American History X (1998, dir. by Tony Kaye). Tony Kaye’s excellent drama about an ex-skinhead trying to prevent his brother from following in his footsteps never ceases to be intriguing and provocative but still is hard to watch at moments. The film stars Edward Norton in the lead and he is dynamite; at no point is he not believable as the troubled Derek. Also good is Edward Furlong as his also troubled brother who has to decide whether he too wants to become a Neo Nazi skinhead. The movie does not feel like it’s trying to make a profound moral statement but is simply conducting a character study instead. Tony Kaye has reportedly disowned the movie because it was not edited the way he had intended but knowing what it is, I don’t think it would have made that huge of a difference. So Mr. Kaye, chill out, you still made a pretty darn good film.
JV comments: It's not a perfect film, but it does have that extra, hard-to-define "oomph" that sets it apart from your run of the mill fare. Edward Norton is amazing - for someone who at first glance looks so slight, his presence is so commanding that you really believe that he can be the dominating force that he is in the story. Also worth noting are the scenes in prison when he slowly becomes friends with an African-American inmate, particularly the scene where they debate the relative merits of the Magic Lakers and the Bird Celtics.
A Dangerous Method (2011, dir. by David Cronenberg). Having been directed by David Cronenberg and bragging the talent of Michael Fassbender, Viggo Mortensen, Vincent Cassel, and Keira Knightley, you would think this film would be in the ranks of the director’s last efforts: A History of Violence and Eastern Promises. Unfortunately, it is not. This is not by any means a bad movie; it’s well-acted (despite a hammy turn from Knightley), beautifully shot and scored. But unless you are interested in the relationship between Carl Jung and Sigmund Freud and an unstable woman who compromises that relationship then this movie probably isn’t for you.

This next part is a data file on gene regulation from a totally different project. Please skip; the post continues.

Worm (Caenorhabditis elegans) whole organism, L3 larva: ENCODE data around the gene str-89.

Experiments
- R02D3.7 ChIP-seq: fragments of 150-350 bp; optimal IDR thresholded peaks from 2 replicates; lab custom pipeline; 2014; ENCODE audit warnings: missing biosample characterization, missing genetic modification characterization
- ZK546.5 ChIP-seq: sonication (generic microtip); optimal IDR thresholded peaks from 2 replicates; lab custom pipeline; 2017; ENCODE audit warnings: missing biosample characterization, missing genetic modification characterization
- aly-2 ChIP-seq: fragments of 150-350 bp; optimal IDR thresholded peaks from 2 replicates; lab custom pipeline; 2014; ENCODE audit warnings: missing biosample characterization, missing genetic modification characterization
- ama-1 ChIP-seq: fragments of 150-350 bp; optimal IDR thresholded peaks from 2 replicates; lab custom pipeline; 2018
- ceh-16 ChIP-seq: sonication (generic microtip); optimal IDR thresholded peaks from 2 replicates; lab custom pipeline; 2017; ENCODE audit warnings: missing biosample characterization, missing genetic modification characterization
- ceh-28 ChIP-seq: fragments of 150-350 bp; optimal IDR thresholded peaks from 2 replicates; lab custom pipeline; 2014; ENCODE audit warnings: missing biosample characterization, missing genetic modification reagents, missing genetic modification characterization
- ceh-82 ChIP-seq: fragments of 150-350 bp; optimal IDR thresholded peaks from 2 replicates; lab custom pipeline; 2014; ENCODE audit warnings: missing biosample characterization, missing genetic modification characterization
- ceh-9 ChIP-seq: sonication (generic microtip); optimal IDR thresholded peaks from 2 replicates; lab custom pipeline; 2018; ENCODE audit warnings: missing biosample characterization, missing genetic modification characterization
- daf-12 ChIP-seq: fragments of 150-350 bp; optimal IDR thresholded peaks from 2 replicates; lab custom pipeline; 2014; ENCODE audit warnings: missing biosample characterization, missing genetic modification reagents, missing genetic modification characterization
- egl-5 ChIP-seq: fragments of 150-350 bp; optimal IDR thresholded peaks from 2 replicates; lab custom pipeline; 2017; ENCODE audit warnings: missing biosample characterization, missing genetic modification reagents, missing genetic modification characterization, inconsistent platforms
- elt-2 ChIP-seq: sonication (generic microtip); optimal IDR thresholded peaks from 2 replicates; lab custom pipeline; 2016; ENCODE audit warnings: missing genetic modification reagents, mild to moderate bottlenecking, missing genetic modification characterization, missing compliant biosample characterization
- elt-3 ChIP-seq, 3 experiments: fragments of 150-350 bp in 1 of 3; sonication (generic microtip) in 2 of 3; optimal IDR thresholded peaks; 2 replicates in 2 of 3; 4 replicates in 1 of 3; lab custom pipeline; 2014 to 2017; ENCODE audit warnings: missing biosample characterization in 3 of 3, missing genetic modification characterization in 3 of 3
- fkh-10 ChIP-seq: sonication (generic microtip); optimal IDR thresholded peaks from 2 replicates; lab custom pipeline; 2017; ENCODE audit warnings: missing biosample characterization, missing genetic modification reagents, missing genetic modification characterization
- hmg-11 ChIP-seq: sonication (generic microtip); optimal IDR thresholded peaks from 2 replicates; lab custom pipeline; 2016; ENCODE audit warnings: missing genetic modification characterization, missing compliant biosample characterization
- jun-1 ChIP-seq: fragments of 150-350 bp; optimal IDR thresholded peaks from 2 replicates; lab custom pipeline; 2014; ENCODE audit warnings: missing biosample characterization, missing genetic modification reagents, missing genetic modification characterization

JV comments: I had trouble staying awake, which is never a good sign. I thought A History of Violence was a masterpiece and that Eastern Promises was not far behind, so this came as a bitter disappointment - particularly given the stellar cast. For a Cronenberg film, it felt remarkably sterile.
Dave (1993, dir. by Ivan Reitman). The Kevin Kline charm is at full strength during this film, and it makes it all the more irresistible. Kline stars as Dave Kovic, the head of a temp agency who finds satisfaction by helping others and by impersonating unpopular president Bill Mitchell, also played by Kline. That is why he finds himself in the position of playing the president full time after Mitchell suffers a debilitating stroke. Originally hired to just play the part, Dave finds himself in the position to bring helpful change to his country while preventing his sinister chief of staff, a constantly angry Frank Langella. If you can suspend your disbelief, which should not be hard, you will be enthralled the rest of the way. The supporting cast is great with Kevin Dunn as Dave’s hopeful Communications Director, Sigourney Weaver as Mitchell’s estranged wife who begins to lighten up, Ving Rhames as a serious secret service agent, and Ben Kingsley as the Vice President who was not respected by his boss during Mitchell’s time in office. Also great are the many actual media personalities who share their opinion over the film’s course. When movies are this fun, why not suspend your disbelief?
JV comments: I've always liked Kevin Kline, and this has always been a favorite of mine. You don't hear Ivan Reitman's name bandied about much when it comes to discussion of great directors, but there is a reason that films like this one, "Ghostbusters," and "Kindergarten Cop" have held up so well. They may not be the most ambitious films ever made, but they hit their targets.
Mr. Brooks (2007, dir. by Bruce A. Evans). Intensely creepy, but never ceases to be fascinating. Kevin Costner is at his best as the man with the perfect life, Earl Brooks. We see Earl is a very successful and respected business man who really does have it all: a beautiful wife and daughter, a beautiful home, and a man named Marshall who only he sees, an imaginary "friend" who is constantly trying to persuade him to murder people. Marshall is played by a devilish and never better William Hurt. Apparently, Mr. Brooks is the on-and-off again thumbprint killer who has been at large for several years. Mr. Brooks finds his perfect life thrown out of control when Mr. Smith, played by a surprisingly good Dane Cook, arrives and demands that he take him on his next murder run or he will turn him into the police. Also on the scene are a tough cop played by Demi Moore who has been following the killings for quite a while and is dealing with her own life’s troubles, and the aforementioned daughter who seems to be keeping many different things a secret. While I found that those parts of the film were kind of interesting, the best parts were when Earl was interacting with Marshall and Mr. Smith; they bring creepy to a whole new level.
JV comments: This was a huge surprise - Kevin Costner playing against type, and doing it very effectively. And S#2 is right, the scenes between Costner and Hurt are marvelous. This is the kind of film that sometimes leads to bigger and better things for those involved in the writing and directing.